Alexander used to do some Texas Rangers alumni events years ago, well before I ever got to the area. He was an okay signer as a player but didn’t really like doing it. Ever since about 2007 or so, he seems to have gone radio silent. Collector Troy Rutter showed on his YouTube channel that he was able to get him in 2021. My request weeks later went unanswered, but I’ve tried a second one recently. I’m not expecting much, but I also didn’t expect much from Andy Messersmith either.
Numerous promoters have asked Alexander to do a paid signing over the years. He simply says he doesn’t need the money.
1. Byron McLaughlin
Tales of a worldwide conspiracy of smuggling rings, counterfeit goods, money laundering, takedowns by federal agents, jumping bail to hide out in another country, marrying a citizen to avoid extradition, with some drugs, bribery, theft, assault, and foreign prisons mixed in seem more like something from the pens of Puzo, Pistone, and Pileggi, but they all were part of Byron McLaughlin’s life after his baseball career.
During his career, teammates didn’t like him: he had a reputation as a hothead and of someone who was always putting the blame on someone else, the type who could spill a drink all over himself and blame the waitress, the bartender, the people at the next table, the glassblower, the alcohol distiller, the temperature of the room, and the maker of his shirt before he would ever admit fault.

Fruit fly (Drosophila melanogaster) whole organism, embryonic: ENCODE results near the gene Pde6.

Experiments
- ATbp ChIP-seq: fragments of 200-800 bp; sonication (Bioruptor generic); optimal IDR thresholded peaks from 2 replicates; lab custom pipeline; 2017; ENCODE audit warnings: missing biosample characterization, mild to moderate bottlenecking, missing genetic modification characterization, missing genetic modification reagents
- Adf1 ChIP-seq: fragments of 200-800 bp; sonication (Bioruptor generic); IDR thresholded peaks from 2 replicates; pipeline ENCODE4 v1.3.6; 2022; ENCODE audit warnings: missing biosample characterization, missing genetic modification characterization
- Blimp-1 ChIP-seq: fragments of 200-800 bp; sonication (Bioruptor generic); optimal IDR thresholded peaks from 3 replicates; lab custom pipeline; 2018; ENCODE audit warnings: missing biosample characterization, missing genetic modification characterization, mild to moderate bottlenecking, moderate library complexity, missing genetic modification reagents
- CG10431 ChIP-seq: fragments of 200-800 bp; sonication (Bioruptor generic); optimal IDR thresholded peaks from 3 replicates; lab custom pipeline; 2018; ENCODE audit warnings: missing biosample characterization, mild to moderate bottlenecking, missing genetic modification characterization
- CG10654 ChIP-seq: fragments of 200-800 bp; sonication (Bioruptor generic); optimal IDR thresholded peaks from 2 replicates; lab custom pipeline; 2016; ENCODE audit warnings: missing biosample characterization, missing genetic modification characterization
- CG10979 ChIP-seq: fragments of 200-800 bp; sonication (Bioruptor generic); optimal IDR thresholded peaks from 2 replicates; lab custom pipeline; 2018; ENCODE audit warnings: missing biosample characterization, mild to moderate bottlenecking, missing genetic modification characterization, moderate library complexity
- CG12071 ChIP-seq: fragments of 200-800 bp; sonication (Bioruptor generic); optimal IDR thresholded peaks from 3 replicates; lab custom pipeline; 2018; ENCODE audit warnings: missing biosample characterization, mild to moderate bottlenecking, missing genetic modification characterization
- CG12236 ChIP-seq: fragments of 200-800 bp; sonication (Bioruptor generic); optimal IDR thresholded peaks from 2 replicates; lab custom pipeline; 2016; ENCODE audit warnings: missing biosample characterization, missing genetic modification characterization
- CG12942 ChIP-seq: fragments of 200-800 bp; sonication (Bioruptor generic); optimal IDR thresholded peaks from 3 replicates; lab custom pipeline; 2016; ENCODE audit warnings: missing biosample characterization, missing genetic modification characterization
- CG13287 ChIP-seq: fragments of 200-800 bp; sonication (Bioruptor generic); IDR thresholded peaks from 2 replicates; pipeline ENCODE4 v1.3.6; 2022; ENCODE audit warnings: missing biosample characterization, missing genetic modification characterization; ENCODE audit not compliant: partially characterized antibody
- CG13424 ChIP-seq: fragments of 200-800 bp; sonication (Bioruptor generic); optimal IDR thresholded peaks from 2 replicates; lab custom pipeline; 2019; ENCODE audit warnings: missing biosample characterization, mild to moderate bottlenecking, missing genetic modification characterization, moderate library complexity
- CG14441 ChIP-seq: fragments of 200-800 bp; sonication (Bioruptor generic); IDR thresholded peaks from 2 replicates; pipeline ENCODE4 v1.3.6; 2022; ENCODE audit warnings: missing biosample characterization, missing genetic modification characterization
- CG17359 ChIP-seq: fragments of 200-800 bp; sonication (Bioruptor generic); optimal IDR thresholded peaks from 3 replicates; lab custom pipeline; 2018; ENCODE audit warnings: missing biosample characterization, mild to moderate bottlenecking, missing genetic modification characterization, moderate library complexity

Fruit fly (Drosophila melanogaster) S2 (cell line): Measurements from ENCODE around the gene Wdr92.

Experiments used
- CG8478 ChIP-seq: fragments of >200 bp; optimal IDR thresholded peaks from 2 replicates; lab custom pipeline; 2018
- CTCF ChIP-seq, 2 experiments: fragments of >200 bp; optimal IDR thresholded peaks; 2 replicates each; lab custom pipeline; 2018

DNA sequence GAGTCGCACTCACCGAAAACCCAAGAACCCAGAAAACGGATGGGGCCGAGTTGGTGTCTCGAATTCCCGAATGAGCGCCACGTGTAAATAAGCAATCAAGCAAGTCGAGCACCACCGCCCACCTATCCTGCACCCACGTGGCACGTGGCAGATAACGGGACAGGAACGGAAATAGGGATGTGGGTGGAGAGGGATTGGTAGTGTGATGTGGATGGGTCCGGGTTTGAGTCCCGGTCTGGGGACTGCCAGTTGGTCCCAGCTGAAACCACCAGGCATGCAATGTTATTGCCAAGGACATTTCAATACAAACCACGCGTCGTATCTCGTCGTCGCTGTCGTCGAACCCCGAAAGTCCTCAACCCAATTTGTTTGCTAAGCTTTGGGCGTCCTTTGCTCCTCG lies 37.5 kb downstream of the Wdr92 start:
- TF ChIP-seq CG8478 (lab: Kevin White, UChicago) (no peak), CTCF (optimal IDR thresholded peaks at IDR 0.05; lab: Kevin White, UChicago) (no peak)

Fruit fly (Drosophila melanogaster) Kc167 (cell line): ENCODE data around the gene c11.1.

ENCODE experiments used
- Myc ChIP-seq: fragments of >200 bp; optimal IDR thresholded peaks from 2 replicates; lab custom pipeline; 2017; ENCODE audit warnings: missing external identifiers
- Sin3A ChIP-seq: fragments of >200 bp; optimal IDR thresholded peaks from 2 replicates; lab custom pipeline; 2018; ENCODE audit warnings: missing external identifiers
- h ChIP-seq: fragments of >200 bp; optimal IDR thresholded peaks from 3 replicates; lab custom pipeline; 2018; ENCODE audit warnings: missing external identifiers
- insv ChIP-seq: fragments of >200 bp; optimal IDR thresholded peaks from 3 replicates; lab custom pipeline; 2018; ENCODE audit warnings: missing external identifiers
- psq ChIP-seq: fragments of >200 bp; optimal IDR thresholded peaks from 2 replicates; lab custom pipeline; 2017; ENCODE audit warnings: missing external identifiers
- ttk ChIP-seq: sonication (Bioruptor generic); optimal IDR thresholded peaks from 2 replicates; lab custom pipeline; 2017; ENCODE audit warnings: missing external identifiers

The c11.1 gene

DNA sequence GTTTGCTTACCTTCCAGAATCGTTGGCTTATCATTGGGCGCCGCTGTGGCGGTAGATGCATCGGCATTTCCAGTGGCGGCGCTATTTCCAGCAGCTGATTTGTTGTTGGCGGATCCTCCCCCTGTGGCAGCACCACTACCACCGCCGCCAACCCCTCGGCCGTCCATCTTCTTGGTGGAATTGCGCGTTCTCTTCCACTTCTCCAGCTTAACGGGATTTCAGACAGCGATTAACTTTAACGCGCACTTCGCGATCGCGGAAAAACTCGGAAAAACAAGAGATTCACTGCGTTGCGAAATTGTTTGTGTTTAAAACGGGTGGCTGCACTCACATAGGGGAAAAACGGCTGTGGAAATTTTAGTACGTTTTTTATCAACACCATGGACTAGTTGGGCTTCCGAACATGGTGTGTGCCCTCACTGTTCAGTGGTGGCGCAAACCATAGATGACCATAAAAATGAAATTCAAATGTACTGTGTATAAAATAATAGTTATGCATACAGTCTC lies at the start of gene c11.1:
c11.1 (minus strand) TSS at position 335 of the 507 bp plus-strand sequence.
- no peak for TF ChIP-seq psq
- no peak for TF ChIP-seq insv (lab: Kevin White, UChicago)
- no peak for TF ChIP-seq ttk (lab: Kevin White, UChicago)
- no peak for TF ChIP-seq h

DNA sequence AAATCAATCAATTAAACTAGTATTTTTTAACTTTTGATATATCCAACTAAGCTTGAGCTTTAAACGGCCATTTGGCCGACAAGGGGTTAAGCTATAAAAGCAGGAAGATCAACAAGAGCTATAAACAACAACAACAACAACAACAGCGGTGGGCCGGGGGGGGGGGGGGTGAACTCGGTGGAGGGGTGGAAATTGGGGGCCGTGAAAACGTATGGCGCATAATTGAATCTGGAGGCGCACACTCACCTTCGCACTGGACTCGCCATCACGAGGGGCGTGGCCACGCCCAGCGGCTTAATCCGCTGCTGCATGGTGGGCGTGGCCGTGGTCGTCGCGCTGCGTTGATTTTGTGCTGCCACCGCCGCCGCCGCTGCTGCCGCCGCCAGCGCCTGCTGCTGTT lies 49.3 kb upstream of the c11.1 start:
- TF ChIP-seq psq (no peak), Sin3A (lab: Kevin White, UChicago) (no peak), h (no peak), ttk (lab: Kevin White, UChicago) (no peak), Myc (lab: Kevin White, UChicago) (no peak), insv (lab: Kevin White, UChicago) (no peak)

But at the same time, he was incredibly smart, confident, and had a way with people. Harley Lewin, who spent decades researching, tracking, eventually taking down, and fighting for the extradition of McLaughlin even said “He was the kind of guy that if he put the same talent to good use, he’d probably have made a lot more money.”
After becoming the biggest smuggler of counterfeit sneakers between Mexico, South Korea, and the United States, McLaughlin pleaded guilty to money laundering charges and then shuffled off to his wife’s home country of Cote d’Ivoire, then onto France where she had legal residency, protecting him against extradition. The last credible lead placed him in Thailand in 2013. One former associate believes he may be in Mexico as of 2017. His story was the subject of a Sports Illustrated story in 2018.
Only a handful of legitimate autographs of his are known to exist. According to collector Dave Cameron, who acquired multiple signed copies of McLaughlin’s 1984 Topps card directly from Byron himself while working with him (and knowing nothing of the illegality of his operation), the vast majority out there, including those with third-party authentication, are fake. Considering McLaughlin’s history of counterfeiting, I’m not sure if that would be ironic or poetic.
And by the way…Byron McLaughlin isn’t Bo McLaughlin…another pitcher from the same era.
So, if you’ve ever chased autographs, check your collections for signed cards of these guys. You might be sitting on something surprisingly valuable and not even know it.